I think Ido is a significant improvement over Esperanto, as it doesn't have this circumflex issue, and resolves other kind of problems like gender, affixes, the correlative table, but it came too late and most Esperantists didn't adopt it (a similar problem that happened with the QWERTY keyboards, once that a system that takes a great effort to learn, it's worldwide established, it's incredibly difficult to change it, even if the alternatives are much better).

However, I think that Esperanto is good enough to be an IAL, and nowadays is the only alternative you have (among available IALs) for real international communication. So I wouldn't dismiss it as a bad IAL (or not good), just because it's not the best IAL, or it's very improvable. In my mind Esperanto shows the way of what an IAL should look like, and if someday some IAL definitely takes off, I'm convinced that it will be very similar to Esperanto, some kind of Ido-2 (Well, maybe I'm totally wrong and some world-lang will be the extended IAL, in that case I guess the new language would be something similar to Lidepla)

11 months ago

https://www.duolingo.com/Danielconcasco
  • 23
  • 15
  • 13
  • 12
  • 11
  • 11
  • 9
  • 7
  • 5
  • 5
  • 5
  • 3
  • 3
  • 3
  • 2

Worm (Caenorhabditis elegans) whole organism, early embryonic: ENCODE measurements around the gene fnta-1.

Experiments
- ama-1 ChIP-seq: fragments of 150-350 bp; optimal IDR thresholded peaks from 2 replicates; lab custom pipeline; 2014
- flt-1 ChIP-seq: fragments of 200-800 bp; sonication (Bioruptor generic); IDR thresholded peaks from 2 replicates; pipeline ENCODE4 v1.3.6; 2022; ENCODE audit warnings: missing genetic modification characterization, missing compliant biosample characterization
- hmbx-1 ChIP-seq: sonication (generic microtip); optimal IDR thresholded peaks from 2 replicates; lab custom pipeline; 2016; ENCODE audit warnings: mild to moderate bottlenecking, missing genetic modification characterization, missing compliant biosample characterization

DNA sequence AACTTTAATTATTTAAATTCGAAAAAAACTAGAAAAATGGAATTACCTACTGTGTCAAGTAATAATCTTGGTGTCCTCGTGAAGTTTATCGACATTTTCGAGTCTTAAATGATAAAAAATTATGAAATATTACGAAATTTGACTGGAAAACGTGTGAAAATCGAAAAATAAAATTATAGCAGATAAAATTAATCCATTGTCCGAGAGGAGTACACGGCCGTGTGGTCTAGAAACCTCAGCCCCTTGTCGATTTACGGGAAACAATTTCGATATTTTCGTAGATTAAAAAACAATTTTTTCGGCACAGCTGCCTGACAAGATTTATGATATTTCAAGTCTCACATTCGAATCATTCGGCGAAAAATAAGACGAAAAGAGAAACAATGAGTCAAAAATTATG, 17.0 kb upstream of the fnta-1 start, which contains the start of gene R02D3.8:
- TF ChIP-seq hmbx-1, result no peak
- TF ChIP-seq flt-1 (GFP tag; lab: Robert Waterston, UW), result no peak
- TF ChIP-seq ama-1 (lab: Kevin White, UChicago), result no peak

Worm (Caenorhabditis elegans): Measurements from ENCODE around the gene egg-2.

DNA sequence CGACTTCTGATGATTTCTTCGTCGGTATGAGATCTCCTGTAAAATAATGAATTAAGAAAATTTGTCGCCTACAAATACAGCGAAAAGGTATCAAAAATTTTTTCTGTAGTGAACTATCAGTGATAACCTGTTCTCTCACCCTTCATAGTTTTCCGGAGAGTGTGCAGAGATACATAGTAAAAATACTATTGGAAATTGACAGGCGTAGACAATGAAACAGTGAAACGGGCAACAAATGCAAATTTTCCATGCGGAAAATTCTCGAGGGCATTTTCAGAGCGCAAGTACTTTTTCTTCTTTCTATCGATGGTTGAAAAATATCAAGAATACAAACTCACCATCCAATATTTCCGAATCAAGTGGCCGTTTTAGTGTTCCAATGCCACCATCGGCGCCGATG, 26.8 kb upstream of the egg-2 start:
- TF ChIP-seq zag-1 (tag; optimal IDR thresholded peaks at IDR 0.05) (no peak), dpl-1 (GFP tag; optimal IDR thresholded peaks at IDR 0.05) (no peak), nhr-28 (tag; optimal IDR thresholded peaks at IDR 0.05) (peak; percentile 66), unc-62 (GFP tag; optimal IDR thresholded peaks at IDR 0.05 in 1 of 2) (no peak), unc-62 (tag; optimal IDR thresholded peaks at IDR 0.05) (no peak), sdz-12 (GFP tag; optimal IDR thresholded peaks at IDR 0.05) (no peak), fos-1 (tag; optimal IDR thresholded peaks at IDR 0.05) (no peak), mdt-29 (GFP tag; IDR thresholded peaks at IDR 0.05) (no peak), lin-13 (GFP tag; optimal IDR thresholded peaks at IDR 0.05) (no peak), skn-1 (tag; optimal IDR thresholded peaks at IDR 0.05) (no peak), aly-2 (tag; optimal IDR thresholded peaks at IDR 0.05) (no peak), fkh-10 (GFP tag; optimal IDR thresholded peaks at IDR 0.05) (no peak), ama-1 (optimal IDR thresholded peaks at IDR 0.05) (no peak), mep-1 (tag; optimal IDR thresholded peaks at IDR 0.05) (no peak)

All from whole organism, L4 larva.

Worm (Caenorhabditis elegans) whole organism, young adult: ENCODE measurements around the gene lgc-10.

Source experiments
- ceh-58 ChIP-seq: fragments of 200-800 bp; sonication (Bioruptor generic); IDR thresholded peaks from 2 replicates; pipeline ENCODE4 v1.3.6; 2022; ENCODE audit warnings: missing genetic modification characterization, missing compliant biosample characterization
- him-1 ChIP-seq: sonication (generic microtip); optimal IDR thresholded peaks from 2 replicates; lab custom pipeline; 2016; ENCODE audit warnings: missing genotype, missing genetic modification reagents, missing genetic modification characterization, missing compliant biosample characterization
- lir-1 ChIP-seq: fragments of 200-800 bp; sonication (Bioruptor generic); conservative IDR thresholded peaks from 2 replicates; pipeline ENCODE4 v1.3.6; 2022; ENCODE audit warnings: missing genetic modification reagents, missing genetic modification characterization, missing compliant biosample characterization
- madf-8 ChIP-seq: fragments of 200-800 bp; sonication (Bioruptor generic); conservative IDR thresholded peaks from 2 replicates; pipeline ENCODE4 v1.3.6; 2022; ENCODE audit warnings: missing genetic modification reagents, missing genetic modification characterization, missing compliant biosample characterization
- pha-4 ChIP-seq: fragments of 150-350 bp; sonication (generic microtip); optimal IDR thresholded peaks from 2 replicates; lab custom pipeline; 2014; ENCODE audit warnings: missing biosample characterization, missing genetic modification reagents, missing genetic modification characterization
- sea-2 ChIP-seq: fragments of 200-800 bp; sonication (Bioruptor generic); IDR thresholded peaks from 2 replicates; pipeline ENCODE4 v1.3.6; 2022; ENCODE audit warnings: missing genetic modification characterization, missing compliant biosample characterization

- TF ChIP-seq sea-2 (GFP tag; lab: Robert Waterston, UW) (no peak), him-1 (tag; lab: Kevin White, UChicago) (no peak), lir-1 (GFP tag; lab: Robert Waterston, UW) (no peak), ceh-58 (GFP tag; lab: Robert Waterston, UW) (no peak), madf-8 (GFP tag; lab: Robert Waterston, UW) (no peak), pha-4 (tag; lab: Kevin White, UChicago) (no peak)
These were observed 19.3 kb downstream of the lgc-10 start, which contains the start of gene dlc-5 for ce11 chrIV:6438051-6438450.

• 2

To me, Ido is a step backwards (overall). It might make some marginal improvements in form, but it fails at its main function, communication. I've never met anyone an Idisto who isn't also an Esperantist, and that's still only one person....

11 months ago

https://www.duolingo.com/salivanto
  • 23
  • 19
  • 14
  • 10
  • 8
  • 1126

Ido could only be seen as a step backwards if we could even agree on how to measure such a thing - which we can't, so I don't try. Certainly it's not unquestionably better than Esperanto.

The trouble with Ido is that there's no way for them to promote their language without promoting Esperanto at the same time. So they've got to decide whether to promote Esperanto or whether to try to poach Esperanto speakers for their own cause. Ido is a historical curiosity.


The real problem with the other alternatives of Esperanto is the lack of popularity, culture and political support, whereas the problems of Esperanto is the lack of political support and reduced popularity.